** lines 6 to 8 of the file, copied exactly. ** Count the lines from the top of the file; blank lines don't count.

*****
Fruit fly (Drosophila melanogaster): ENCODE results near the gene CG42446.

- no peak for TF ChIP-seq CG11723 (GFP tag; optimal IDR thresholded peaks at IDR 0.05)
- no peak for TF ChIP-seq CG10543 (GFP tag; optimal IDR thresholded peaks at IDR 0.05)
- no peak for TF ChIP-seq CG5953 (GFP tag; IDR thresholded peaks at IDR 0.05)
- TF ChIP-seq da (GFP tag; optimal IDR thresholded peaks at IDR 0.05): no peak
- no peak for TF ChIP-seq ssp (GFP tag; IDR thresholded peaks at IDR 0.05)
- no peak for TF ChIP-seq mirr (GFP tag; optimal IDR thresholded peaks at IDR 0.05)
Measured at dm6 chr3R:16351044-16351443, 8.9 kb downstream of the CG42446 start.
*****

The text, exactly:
- no peak for TF ChIP-seq ssp (GFP tag; IDR thresholded peaks at IDR 0.05)
- no peak for TF ChIP-seq mirr (GFP tag; optimal IDR thresholded peaks at IDR 0.05)
Measured at dm6 chr3R:16351044-16351443, 8.9 kb downstream of the CG42446 start.